Page 2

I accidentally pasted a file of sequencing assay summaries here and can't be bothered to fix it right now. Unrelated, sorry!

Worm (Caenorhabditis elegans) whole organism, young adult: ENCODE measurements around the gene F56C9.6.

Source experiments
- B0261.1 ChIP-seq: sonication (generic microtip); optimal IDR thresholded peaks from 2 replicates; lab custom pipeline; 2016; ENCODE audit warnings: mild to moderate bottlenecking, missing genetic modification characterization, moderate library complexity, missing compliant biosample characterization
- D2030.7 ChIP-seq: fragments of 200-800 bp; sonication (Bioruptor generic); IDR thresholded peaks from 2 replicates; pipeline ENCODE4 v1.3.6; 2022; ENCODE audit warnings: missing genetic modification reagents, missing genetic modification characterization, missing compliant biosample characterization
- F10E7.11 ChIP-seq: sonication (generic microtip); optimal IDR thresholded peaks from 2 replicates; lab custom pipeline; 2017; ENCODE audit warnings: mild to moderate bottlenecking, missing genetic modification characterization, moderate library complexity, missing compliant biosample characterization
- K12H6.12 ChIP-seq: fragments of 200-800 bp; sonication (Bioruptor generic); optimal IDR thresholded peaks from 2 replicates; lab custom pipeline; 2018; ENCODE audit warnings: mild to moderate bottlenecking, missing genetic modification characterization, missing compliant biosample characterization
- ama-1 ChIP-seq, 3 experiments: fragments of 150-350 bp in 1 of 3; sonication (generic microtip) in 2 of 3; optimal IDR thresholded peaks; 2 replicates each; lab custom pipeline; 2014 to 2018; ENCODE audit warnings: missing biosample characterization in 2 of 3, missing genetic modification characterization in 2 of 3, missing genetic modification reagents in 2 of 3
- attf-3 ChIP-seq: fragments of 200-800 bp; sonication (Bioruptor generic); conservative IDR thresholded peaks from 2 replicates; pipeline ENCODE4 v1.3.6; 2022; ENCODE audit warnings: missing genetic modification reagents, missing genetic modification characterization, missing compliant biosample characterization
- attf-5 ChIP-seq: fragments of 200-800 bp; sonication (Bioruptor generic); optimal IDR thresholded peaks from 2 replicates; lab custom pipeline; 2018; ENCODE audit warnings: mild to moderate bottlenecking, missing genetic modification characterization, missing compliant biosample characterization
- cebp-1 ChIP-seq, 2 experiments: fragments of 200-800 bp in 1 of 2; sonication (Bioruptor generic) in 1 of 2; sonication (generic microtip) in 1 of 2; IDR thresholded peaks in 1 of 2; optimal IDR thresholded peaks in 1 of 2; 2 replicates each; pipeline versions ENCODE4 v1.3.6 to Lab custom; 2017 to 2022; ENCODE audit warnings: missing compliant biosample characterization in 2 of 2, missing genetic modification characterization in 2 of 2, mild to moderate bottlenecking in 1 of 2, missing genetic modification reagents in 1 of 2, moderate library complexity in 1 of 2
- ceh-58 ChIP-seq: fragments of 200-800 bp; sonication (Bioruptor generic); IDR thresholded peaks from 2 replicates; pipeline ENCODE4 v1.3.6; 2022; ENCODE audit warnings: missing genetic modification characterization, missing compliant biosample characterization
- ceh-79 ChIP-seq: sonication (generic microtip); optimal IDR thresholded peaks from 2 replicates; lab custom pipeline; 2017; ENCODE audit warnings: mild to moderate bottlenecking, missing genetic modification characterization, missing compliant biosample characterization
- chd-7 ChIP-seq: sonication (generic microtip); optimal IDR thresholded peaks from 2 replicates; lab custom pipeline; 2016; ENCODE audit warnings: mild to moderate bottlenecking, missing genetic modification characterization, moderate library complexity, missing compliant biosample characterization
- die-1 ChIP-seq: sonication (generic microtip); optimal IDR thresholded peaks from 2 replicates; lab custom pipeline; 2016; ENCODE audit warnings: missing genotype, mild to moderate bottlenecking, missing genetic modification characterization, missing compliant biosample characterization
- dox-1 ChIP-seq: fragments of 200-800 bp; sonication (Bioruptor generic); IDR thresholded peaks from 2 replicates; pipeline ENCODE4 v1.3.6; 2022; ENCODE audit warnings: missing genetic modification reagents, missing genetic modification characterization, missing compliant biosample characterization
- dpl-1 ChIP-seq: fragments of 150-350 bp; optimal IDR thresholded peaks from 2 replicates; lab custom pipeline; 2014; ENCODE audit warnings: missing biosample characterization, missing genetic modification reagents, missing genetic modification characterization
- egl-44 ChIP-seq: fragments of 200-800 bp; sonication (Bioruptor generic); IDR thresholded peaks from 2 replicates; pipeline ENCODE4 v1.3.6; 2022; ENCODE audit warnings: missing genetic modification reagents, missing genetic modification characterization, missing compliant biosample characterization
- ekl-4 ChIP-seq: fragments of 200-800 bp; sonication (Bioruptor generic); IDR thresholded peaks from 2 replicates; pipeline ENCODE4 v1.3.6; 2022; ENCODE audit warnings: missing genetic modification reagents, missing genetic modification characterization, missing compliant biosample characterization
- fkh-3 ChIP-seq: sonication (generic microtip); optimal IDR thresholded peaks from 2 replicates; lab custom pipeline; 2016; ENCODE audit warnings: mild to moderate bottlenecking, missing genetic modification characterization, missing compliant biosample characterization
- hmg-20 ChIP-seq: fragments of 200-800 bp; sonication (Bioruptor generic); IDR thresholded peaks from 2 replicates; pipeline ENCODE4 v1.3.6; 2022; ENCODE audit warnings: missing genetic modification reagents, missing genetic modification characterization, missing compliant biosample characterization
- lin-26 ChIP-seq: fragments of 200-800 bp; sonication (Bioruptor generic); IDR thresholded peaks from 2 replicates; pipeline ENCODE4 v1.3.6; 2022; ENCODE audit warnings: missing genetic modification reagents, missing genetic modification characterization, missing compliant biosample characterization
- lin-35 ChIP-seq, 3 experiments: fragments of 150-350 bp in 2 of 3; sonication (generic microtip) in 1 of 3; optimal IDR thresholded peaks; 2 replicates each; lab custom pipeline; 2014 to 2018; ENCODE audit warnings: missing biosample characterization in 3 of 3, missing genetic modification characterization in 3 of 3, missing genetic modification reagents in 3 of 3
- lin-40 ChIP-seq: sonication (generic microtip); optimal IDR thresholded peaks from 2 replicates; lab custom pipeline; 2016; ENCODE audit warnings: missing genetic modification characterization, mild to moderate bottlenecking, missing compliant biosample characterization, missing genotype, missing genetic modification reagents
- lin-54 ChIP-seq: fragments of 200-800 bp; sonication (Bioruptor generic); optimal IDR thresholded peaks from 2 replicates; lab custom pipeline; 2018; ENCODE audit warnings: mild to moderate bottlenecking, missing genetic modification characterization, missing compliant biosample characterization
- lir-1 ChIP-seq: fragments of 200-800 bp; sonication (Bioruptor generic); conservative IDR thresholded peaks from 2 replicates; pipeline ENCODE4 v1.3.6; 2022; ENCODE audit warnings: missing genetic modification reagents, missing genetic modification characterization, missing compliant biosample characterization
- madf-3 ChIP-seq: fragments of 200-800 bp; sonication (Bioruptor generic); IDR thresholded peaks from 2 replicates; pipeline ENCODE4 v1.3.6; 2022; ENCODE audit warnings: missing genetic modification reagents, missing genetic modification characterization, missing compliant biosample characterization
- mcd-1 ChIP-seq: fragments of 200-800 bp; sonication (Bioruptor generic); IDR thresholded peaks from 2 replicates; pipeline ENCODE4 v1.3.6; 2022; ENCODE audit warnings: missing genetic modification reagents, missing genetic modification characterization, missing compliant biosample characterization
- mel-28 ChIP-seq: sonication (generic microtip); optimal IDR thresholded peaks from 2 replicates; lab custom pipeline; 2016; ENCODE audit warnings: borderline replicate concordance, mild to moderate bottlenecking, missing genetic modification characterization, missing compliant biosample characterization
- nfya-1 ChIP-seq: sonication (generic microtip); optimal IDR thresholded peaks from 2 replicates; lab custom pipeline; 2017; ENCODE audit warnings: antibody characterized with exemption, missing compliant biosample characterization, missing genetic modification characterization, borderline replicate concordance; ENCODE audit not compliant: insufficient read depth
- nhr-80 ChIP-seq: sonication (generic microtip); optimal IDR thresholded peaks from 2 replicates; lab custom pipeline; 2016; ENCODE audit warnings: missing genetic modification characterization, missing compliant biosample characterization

Democrats join in a “unity” moment at the state convention. the race so long after her chance for victory had dwindled to nil. Many Clinton diehards, meanwhile, weren’t quite ready to embrace Obama, though most said they eventually would. One Clinton supporter toted a sign that read, “Small-town, gunowning religious Democrat bitter about Obama.” More than a few Clinton delegates said they wanted Hillary as the vice presidential nomineeand suggested Obama can’t win without her. That sentiment could prolong the discord if Obama chooses someone else. The Clinton supporters tried to prevent their delegates from switching to Obama. Their largely successful efforts arose partly from loyalty to their candidate, and partly from the desire to provide the former first lady with at least a little leverage at the national convention, should she need it. One Clinton delegate who announced she was switching to Obama was denounced by Hillary supporters as “rogue” “I’m disappointed. I don’t like [that Obama’s the nominee],” said Kevin Rice, a Clinton delegate from San Antonio. “I guess I have to vote for him because I’m a Democrat. But it’s going to take some time. It’s almost like a mourning period. Our campaign died, and we’re in mourning.” McAllen state Rep. Veronica Gonzales said anger about Clinton’s loss was particularly acute in South Texas. “I feel that Hispanics who are upset about Clinton not getting the nomination just won’t come out and vote,” she said. Bigger hasn’t always been better for Texas Democrats this year. The party’s hybrid presidential primarycaucus systemwhich came to be known as the Texas Two-Stepwasn’t accustomed to handling so many voters. It’s been a monumental logistical challenge for a party that isn’t exactly known for its organizational aptitude. photo by Forrest Wilder At the state convention, that trend continued. When delegates from Fort Worth caucused on the convention’s first night, they hoped this last step in the three-tiered process would go more smoothly than their chaotic county conventionstep No. 2in late March. That process lasted until 3 a.m. No such luck. It took more than 90 minutes just to sort through which delegates and alternates had shown up. “No matter how long it takes, it can’t be as long as the [county] convention,” said one Obama delegate early in the night. She was almost proved wrong. The Fort Worth delegation of several hundred could send just five delegates \(three for Obama Denver, and nearly all of the delegates assembled wanted to go. More than 100 Obama supporters in the Fort Worth caucus ran for the three Obama delegate slots. By the time the speeches were over and the voting had concluded, it was nearly 2 a.m. At least there were no accusations of corruption in Fort Worth. In March, the Hidalgo County convention ended in acrimony and chaos when outgoing county chair Juan Maldonado, a bail bondsman, chose a less-than-democratic method for selecting Hidalgo County’s delegates to the state convention. Maldonado appointed himself, his assistant, and his nephew, as well as prominent local officials. Nepotism was Maldonado’s parting gift to the party. He had already lost his bid for re-election as county chair earlier in the spring to Dolly Elizondo, who will be the first woman in Hidalgo County history to serve as party chair. After all the confusion of March, many Democratic activists came to the state convention hoping to scrap the caucus half of the Texas Two-Step and, in future presidential elections, award JUNE 27, 2008 THE TEXAS OBSERVER 15